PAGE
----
Kant interprets the traditional distinction between immovable and movable property in terms of his distinction between substance and accident. We do not make use of the world apart from its accidental ways of existing. Movables are these accidents, the objects and products of our individual labor. Human experience is particularised as well as common. To use things we must alter them for ourselves. As in theory, we define nature with respect both to the (material) substance that unites us and to the (material) accidents that separate us. Like liberal political economists before and after him, Kant was convinced of the necessity of private property, but without their sanguine belief in its happy consequences. The justification of property for Kant lies not in its utility, but in its logical necessity, as a condition of rational thought and action. These distinctions are completely absent in Karatani’s formulations. Instead, he hastens to an abstract idea of world-civil-society as a paradigm for a universal moment of singularity.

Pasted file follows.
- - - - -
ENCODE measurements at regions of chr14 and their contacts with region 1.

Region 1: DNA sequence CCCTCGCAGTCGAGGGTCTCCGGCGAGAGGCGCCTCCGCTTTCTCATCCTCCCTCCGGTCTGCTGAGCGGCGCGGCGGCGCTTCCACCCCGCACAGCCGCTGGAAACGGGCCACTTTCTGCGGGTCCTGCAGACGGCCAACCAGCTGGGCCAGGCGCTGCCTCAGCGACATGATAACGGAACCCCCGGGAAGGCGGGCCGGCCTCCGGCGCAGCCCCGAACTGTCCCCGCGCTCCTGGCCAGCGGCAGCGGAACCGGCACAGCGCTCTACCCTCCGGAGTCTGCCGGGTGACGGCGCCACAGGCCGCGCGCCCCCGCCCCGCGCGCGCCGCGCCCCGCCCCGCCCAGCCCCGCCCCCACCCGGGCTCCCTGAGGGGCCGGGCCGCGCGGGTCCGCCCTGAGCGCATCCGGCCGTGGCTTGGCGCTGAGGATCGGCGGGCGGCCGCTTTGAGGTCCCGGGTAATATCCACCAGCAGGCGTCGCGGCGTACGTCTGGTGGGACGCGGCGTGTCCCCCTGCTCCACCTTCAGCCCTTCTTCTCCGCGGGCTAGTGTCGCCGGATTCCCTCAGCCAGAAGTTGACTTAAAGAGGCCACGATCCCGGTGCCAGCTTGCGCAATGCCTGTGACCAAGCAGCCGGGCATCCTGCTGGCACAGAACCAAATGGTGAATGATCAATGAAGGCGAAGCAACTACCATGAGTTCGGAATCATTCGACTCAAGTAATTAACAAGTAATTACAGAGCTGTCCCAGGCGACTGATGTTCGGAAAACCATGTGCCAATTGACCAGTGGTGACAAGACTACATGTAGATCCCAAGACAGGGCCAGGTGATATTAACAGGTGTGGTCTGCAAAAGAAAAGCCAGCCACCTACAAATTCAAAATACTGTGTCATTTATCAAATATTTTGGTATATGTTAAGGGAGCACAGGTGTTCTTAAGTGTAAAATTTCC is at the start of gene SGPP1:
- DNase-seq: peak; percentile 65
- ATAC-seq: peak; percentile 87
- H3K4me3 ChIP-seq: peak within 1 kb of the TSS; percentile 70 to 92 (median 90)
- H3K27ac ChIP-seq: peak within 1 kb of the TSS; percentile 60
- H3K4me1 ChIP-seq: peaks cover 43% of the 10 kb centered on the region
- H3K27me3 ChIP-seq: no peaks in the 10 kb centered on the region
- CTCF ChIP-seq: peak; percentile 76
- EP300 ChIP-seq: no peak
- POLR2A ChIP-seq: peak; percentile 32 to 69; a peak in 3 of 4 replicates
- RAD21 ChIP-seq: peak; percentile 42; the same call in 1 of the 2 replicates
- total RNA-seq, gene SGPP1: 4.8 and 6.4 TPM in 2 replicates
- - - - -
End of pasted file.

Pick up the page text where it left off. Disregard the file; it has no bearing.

But the greatest pragmatic point about Karatani is his assertion on the lines that “If workers can become subjects at all, it is only as consumers”. This is a remarkably bold claim, which has, in turn, gathered some votaries in the age of speculative capital. But at what price such subject-hood and agency? And do they fulfil the real conditions of existence? While this realisation allows for a higher order exchange relationship, it takes for granted that social set-up is primarily based on exchange rather than on other modes of interaction. In this context, one can ill afford to forget Marx’s Second Thesis on Feuerbach: “The question whether objective [gegenständliche] truth can be attributed to human thinking is not a question of theory but is a practical question. In practice man must prove the truth, that is, the reality and power, the this-sidedness [diesseitigkeit] of his thinking. The dispute over the reality or non-reality of thinking which is isolated from practice is a purely scholastic question.” The whole critique of political economy stands diluted if we take the parallax view in the descriptive sense rather than critique its very existence. It is also interesting that Karatani never brings his ideas of isonomic exchange relations in any conversation with any notion of real abstraction.